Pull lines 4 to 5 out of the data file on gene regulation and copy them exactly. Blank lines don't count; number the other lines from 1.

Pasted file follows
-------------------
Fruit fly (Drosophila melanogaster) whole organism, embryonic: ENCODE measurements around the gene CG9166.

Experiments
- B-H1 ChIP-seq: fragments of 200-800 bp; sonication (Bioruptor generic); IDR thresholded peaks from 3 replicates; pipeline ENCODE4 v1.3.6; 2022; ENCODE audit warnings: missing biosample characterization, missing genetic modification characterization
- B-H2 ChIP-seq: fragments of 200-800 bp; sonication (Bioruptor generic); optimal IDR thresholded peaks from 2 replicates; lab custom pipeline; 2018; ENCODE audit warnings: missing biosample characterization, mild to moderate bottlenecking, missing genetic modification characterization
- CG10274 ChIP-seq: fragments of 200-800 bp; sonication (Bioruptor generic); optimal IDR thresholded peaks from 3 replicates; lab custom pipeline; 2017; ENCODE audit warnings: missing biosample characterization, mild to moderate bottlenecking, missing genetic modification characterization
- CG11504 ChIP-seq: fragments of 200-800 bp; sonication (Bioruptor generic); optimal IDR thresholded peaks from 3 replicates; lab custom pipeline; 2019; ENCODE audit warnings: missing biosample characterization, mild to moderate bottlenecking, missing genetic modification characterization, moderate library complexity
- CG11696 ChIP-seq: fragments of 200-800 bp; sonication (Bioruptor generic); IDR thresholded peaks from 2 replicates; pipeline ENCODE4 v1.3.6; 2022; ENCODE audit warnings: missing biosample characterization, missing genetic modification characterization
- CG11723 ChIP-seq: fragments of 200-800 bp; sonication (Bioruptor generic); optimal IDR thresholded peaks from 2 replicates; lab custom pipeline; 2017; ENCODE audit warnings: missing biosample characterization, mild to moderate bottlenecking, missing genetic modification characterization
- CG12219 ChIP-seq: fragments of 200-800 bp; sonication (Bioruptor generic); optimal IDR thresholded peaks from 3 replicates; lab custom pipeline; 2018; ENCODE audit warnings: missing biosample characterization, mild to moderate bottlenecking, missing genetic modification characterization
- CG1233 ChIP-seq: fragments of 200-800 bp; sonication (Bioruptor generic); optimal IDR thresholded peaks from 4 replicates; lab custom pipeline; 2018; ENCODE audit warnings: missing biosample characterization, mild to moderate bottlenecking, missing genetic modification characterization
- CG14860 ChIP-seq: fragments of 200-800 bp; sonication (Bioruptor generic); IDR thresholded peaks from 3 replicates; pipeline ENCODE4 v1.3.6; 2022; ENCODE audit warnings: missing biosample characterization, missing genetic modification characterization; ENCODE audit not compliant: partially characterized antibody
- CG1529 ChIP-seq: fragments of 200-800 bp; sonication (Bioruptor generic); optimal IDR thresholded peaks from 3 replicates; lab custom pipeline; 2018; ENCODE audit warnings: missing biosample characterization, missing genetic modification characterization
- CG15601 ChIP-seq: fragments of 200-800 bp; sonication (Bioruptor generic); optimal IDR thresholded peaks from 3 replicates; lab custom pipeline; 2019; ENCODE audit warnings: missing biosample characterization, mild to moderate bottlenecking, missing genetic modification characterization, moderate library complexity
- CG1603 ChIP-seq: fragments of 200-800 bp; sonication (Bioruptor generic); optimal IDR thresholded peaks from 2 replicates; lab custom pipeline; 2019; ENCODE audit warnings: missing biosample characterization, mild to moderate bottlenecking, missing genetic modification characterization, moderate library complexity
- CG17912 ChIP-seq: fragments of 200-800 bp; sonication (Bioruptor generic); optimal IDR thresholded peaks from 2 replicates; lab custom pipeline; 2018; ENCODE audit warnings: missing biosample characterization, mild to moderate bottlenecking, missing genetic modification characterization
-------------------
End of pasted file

- B-H2 ChIP-seq: fragments of 200-800 bp; sonication (Bioruptor generic); optimal IDR thresholded peaks from 2 replicates; lab custom pipeline; 2018; ENCODE audit warnings: missing biosample characterization, mild to moderate bottlenecking, missing genetic modification characterization
- CG10274 ChIP-seq: fragments of 200-800 bp; sonication (Bioruptor generic); optimal IDR thresholded peaks from 3 replicates; lab custom pipeline; 2017; ENCODE audit warnings: missing biosample characterization, mild to moderate bottlenecking, missing genetic modification characterization